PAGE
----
Publication Type: Original article


2020 December;50(4)

Diving Hyperb Med. 2020 December 20;50(4):363–369. doi: 10.28920/dhm50.4.363-369. PMID: 33325017.

A review of diving practices and outcomes following the diagnosis of a persistent (patent) foramen ovale in compressed air divers with a documented episode of decompression sickness

Christopher W Scarff1, John Lippmann2,3, Andrew W Fock1,3

1 Department of Intensive Care and Hyperbaric Medicine, Alfred Hospital, Melbourne, Australia
2 Australasian Diving Safety Foundation, Melbourne, Australia
3 Department of Public Health and Preventive Medicine, Monash University, Melbourne, Australia

Corresponding author: Dr Christopher W Scarff, The Alfred, PO Box 315, Prahran 3181, VIC, Australia
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Key words
Decompression illness; Persistent (patent) foramen ovale (PFO); Safety; Education; Diving research

Abstract
(Scarff CW, Lippmann J, Fock AW. A review of diving practices and outcomes following the diagnosis of a persistent (patent) foramen ovale in compressed air divers with a documented episode of decompression sickness. Diving and Hyperbaric Medicine. 2020 December 20;50(4):363–369. doi: 10.28920/dhm50.4.363-369. PMID: 33325017.)
Introduction: The presence of a persistent (patent) foramen ovale (PFO) increases the risk of decompression sickness (DCS) whilst diving with pressurised air. After the diagnosis of a PFO, divers will be offered a number of options for risk mitigation. The aim of this study was to review the management choices and modifications to diving practices following PFO diagnosis in the era preceding the 2015 joint position statement (JPS) on PFO and diving.
Methods: A retrospective study was conducted of divers sourced from both the Alfred Hospital, Melbourne and the Divers Alert Network Asia-Pacific during the period 2005–2015. Divers were contacted via a combination of phone, text, mail and email. Data collected included: diving habits (years, style and depths); DCS symptoms, signs and treatment; return to diving and modifications of dive practices; history of migraine and echocardiography (ECHO) pre- and post-intervention; ECHO technique(s) used, and success or failure of PFO closure (PFOC). Analyses were performed to compare the incidence of DCS pre- and post-PFO diagnosis.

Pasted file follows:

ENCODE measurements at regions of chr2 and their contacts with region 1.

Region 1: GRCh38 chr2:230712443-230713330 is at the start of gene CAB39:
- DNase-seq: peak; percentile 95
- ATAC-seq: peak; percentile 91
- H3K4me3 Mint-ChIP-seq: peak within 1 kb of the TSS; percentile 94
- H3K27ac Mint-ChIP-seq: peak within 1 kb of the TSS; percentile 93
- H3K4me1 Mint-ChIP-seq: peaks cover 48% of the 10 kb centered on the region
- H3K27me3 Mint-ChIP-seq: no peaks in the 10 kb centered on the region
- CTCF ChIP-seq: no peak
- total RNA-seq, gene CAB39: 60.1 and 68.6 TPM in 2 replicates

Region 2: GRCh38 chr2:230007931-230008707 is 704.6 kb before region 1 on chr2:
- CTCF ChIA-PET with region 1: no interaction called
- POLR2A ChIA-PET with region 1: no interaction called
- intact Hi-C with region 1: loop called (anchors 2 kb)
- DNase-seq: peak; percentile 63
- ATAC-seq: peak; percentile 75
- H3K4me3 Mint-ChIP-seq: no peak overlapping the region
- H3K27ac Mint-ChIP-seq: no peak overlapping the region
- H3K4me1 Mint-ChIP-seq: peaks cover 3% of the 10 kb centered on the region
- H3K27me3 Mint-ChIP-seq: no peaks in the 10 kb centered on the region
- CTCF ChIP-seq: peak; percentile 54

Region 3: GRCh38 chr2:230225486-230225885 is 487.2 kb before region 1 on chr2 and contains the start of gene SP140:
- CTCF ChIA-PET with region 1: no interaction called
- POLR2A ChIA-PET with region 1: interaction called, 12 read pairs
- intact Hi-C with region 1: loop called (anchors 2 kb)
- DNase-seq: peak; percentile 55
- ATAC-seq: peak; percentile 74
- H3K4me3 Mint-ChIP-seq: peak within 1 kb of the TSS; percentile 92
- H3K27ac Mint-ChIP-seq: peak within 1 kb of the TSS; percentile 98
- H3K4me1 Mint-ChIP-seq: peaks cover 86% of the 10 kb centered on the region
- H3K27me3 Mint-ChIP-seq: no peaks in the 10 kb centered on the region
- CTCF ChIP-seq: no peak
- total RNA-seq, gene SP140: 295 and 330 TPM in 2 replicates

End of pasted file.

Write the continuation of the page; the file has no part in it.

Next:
Results: Seventy-three divers were interviewed. Sixty-eight of these returned to diving following the diagnosis of PFO. Thirty-eight underwent PFOC and chose to adopt conservative diving practices (CDPs); 15 chose PFOC with no modification to practices; 15 adopted CDPs alone; and five have discontinued diving. The incidence of DCS decreased significantly following PFOC and/or adoption of conservative diving practices. Of interest, migraine with aura resolved in almost all those who underwent PFOC.
Conclusions: Many divers had already adopted practices consistent with the 2015 JPS permitting the resumption of scuba diving with a lowering of the incidence of DCS to that of the general diving population. These results support the recommendations of the JPS.

Copyright: This article is the copyright of the authors who grant Diving and Hyperbaric Medicine a non-exclusive licence to publish the article in electronic and other forms.

Publication Type: Original article


2020 December;50(4)

Diving Hyperb Med. 2020 December 20;50(4):370–376. doi: 10.28920/dhm50.4.370-376. PMID: 33325018.

Decompression illness treated at the Geneva hyperbaric facility 2010–2016: A retrospective analysis of local cases

Julian Thaler1, Rodrigue Pignel2, Marie-Anne Magnan2, Michel Pellegrini2, Pierre Louge2

1 Department of Intensive Care Medicine, Valais Hospital, Sion, Switzerland
2 Hyperbaric Medicine, Geneva University Hospitals, Geneva, Switzerland

Corresponding author: Dr Julian Thaler, Department of Intensive Care Medicine, Valais Hospital, Avenue du Grand-Champsec 80, 1951 Sion, Switzerland
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Key words
Diving; Decompression illness; Arterial gas embolism; Epidemiology; Scuba; Recompression

Abstract
(Thaler J, Pignel R, Magnan M-A, Pellegrini M, Louge P. Decompression illness treated at the Geneva hyperbaric facility 2010–2016: A retrospective analysis of local cases. Diving and Hyperbaric Medicine. 2020 December 20;50(4):370–376. doi: 10.28920/dhm50.4.370-376. PMID: 33325018.)